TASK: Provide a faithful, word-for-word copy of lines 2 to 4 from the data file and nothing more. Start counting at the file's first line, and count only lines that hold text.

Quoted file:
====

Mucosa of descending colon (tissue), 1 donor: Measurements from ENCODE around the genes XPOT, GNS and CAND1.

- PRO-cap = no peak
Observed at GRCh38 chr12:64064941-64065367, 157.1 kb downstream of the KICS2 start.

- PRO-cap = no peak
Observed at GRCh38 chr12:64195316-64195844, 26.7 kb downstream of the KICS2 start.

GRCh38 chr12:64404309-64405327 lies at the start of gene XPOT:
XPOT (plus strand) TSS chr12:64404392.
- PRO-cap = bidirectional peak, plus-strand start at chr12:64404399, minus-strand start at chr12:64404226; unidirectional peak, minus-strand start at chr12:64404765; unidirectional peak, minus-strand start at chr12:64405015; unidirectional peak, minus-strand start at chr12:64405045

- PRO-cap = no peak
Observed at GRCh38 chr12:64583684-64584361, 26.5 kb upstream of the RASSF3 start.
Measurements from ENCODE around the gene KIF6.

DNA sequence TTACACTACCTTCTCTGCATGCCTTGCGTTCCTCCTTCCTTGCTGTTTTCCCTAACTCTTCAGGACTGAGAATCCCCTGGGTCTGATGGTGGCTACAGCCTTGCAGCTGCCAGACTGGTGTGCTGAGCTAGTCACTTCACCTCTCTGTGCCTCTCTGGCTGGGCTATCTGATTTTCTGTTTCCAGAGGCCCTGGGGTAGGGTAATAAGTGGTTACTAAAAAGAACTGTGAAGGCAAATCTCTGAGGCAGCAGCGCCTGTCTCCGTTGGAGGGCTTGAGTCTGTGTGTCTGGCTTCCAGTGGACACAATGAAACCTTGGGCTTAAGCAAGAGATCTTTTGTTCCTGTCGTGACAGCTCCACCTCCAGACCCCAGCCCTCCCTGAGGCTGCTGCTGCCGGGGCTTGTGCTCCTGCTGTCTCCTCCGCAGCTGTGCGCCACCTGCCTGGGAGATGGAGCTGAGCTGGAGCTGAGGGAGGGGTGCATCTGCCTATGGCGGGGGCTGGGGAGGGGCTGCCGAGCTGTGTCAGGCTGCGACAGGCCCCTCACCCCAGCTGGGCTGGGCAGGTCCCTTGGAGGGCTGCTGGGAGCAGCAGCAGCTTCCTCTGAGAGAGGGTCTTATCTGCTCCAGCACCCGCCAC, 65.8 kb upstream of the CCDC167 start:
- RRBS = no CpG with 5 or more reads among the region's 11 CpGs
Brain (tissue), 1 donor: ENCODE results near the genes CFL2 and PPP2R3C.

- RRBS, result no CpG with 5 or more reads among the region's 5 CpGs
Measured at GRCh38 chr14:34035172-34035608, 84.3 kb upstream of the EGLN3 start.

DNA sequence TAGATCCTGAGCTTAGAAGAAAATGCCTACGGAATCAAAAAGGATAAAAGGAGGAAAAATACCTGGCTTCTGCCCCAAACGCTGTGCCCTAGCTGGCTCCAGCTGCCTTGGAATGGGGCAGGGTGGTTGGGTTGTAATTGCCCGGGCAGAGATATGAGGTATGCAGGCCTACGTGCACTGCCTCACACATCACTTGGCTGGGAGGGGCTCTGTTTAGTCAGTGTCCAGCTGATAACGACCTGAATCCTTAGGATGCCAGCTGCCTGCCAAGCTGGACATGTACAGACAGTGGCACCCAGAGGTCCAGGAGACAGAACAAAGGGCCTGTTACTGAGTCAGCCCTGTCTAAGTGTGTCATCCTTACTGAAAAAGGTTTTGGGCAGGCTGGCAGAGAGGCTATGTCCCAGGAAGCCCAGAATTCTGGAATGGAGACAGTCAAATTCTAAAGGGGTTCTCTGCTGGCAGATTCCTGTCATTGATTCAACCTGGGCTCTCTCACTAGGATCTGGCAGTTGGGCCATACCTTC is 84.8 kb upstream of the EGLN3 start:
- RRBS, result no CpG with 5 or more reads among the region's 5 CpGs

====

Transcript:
- PRO-cap = no peak
Observed at GRCh38 chr12:64064941-64065367, 157.1 kb downstream of the KICS2 start.

- PRO-cap = no peak